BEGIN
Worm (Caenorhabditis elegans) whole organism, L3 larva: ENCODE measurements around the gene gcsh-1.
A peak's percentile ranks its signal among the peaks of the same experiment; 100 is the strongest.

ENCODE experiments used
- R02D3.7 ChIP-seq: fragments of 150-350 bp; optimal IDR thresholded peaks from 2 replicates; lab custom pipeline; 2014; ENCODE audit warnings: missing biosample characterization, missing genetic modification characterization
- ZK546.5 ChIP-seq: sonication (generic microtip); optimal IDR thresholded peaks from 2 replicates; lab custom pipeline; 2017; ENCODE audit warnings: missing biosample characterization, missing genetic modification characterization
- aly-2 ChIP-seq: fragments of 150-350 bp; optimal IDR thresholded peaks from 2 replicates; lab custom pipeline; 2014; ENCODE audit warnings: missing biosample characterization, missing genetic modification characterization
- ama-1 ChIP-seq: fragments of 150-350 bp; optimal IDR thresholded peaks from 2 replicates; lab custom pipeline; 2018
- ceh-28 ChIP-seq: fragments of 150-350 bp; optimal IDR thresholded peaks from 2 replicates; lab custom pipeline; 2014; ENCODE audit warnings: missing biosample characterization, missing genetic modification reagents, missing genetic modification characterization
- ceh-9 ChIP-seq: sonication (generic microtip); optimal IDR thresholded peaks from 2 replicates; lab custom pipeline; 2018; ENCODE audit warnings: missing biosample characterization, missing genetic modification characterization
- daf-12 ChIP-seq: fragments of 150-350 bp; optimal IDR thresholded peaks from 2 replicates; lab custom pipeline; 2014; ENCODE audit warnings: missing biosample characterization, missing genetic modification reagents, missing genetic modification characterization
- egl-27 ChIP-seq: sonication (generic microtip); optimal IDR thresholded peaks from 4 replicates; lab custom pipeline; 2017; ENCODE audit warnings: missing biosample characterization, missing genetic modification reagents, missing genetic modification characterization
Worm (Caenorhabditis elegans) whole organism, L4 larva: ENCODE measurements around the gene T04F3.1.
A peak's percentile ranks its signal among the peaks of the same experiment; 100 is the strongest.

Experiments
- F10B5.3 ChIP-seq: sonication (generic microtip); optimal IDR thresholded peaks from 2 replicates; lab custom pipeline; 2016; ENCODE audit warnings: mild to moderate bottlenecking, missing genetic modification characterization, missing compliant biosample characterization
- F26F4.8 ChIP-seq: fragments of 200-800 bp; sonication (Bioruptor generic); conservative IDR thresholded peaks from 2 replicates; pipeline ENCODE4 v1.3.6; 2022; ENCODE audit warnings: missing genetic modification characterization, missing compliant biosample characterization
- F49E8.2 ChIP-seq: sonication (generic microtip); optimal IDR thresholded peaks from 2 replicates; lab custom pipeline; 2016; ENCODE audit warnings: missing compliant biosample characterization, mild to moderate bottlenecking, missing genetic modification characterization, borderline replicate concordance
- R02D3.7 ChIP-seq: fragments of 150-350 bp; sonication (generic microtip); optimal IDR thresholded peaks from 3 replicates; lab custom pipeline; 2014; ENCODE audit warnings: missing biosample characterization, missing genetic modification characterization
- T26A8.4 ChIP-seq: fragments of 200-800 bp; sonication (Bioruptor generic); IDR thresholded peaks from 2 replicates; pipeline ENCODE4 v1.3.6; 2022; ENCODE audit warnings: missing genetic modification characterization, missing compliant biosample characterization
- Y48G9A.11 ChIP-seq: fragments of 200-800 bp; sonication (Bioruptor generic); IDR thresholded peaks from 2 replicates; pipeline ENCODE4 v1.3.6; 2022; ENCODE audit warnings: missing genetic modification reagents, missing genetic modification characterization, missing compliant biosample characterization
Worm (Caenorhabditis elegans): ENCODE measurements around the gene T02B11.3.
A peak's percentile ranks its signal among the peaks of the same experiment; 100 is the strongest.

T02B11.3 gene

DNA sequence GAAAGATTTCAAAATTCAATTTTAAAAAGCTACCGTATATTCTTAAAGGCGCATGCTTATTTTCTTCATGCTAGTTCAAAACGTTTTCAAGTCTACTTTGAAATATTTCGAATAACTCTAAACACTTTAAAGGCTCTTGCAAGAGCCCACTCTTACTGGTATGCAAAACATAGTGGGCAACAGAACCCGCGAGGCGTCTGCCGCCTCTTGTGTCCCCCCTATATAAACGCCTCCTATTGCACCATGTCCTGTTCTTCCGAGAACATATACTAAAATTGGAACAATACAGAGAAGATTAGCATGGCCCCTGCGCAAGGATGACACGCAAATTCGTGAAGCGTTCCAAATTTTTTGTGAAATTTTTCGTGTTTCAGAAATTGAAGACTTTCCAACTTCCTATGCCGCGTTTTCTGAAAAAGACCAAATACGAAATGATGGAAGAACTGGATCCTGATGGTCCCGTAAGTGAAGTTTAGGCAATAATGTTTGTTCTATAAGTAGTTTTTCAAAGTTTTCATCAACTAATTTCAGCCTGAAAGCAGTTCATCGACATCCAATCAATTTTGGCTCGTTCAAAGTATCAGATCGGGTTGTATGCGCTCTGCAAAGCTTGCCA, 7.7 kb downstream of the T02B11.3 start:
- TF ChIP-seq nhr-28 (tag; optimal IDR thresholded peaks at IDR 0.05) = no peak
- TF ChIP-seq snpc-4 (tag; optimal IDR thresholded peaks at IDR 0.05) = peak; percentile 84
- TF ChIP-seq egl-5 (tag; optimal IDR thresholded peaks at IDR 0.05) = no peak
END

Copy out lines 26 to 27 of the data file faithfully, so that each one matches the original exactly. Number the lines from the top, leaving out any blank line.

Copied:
- TF ChIP-seq snpc-4 (tag; optimal IDR thresholded peaks at IDR 0.05) = peak; percentile 84
- TF ChIP-seq egl-5 (tag; optimal IDR thresholded peaks at IDR 0.05) = no peak